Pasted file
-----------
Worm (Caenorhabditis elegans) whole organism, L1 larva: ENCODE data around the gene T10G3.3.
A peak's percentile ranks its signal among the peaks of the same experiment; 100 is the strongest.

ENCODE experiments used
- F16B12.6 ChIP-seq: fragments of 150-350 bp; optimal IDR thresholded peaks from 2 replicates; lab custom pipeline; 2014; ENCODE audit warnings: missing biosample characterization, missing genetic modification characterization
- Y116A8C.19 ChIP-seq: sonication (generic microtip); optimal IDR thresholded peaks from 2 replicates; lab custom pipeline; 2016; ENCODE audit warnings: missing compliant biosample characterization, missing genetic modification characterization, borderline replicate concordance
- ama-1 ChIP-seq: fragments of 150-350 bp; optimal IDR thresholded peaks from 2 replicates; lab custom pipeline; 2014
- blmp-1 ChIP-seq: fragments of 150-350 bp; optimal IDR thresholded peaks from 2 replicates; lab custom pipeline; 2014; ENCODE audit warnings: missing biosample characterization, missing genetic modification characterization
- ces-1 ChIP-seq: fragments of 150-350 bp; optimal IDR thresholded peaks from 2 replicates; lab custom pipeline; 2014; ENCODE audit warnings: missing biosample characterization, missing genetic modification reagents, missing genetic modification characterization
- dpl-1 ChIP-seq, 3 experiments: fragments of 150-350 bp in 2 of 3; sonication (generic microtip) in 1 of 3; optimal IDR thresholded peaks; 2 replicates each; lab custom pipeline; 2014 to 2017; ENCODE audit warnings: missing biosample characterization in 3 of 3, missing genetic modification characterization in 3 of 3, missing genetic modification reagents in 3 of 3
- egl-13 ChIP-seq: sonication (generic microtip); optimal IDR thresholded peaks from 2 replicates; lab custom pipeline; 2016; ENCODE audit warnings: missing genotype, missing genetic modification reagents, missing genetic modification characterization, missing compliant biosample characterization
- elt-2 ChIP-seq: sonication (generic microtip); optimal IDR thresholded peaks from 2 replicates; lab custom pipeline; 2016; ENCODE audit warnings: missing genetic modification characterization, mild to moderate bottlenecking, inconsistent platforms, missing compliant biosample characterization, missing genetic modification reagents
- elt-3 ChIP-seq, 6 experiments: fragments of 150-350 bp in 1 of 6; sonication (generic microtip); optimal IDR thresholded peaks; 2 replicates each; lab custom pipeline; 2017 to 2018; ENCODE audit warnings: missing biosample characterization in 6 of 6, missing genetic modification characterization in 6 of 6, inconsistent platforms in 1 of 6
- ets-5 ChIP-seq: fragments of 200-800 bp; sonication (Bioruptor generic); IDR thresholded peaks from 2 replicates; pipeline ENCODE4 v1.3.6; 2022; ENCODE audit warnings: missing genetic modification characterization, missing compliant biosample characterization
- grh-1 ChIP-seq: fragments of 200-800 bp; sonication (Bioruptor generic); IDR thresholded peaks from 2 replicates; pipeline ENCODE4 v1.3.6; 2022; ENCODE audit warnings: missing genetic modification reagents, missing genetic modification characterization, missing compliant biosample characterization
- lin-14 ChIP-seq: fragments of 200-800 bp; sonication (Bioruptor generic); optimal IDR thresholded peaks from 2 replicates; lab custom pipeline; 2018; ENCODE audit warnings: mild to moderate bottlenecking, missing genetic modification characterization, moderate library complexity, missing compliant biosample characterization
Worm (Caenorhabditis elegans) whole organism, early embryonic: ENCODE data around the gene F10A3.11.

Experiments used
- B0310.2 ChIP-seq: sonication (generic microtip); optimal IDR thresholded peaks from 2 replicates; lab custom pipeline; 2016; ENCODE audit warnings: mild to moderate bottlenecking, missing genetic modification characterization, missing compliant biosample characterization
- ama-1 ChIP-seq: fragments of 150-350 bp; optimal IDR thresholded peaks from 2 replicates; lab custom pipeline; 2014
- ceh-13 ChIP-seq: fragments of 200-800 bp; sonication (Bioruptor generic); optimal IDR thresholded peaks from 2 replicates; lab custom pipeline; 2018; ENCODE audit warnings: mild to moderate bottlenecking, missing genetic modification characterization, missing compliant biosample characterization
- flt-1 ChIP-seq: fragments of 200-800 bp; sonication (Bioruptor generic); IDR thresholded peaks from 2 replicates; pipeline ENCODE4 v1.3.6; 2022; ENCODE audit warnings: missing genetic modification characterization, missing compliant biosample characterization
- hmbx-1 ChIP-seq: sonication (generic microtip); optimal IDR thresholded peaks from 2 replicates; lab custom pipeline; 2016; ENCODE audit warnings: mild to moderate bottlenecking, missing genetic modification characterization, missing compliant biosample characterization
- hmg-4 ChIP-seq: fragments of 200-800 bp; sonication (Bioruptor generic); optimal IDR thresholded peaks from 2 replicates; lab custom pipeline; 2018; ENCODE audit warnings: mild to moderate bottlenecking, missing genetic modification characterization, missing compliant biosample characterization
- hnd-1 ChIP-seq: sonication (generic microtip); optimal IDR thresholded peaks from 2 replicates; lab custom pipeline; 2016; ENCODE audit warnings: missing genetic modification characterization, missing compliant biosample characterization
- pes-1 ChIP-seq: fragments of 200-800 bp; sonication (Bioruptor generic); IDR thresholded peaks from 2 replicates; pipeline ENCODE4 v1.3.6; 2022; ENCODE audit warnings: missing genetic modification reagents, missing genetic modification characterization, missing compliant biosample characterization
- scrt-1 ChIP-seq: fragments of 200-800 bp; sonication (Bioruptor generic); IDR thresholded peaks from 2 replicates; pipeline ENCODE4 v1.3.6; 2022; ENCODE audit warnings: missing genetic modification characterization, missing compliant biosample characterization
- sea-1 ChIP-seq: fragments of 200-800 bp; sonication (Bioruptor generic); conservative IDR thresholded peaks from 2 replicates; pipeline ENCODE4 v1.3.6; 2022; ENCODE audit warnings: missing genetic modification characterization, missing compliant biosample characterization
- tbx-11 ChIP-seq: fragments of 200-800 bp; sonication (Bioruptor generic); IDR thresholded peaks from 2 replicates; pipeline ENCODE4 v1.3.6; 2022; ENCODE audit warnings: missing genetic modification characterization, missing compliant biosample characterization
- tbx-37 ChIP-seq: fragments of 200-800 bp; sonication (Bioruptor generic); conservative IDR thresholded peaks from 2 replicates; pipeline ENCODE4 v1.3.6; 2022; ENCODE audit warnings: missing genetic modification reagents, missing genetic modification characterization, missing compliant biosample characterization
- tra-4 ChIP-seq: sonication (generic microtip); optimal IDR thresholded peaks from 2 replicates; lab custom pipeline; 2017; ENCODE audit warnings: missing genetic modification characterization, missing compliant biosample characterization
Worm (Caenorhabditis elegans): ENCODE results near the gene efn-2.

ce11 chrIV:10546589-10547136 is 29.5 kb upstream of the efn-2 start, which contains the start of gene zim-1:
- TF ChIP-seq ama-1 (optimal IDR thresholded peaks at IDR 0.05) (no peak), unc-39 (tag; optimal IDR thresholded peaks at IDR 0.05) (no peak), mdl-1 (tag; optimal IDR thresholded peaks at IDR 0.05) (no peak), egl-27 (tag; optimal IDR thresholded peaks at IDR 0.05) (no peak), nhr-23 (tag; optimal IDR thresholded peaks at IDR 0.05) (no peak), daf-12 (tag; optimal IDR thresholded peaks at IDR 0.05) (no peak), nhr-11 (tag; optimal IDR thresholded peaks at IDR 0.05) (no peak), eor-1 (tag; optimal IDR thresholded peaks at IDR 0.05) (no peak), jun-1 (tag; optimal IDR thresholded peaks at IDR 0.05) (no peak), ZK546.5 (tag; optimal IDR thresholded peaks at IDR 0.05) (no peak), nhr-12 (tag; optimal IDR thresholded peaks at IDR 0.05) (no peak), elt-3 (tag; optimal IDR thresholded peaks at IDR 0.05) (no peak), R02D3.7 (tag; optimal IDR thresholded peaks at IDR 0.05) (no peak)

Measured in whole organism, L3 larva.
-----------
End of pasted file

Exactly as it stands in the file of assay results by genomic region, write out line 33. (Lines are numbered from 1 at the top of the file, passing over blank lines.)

- TF ChIP-seq ama-1 (optimal IDR thresholded peaks at IDR 0.05) (no peak), unc-39 (tag; optimal IDR thresholded peaks at IDR 0.05) (no peak), mdl-1 (tag; optimal IDR thresholded peaks at IDR 0.05) (no peak), egl-27 (tag; optimal IDR thresholded peaks at IDR 0.05) (no peak), nhr-23 (tag; optimal IDR thresholded peaks at IDR 0.05) (no peak), daf-12 (tag; optimal IDR thresholded peaks at IDR 0.05) (no peak), nhr-11 (tag; optimal IDR thresholded peaks at IDR 0.05) (no peak), eor-1 (tag; optimal IDR thresholded peaks at IDR 0.05) (no peak), jun-1 (tag; optimal IDR thresholded peaks at IDR 0.05) (no peak), ZK546.5 (tag; optimal IDR thresholded peaks at IDR 0.05) (no peak), nhr-12 (tag; optimal IDR thresholded peaks at IDR 0.05) (no peak), elt-3 (tag; optimal IDR thresholded peaks at IDR 0.05) (no peak), R02D3.7 (tag; optimal IDR thresholded peaks at IDR 0.05) (no peak)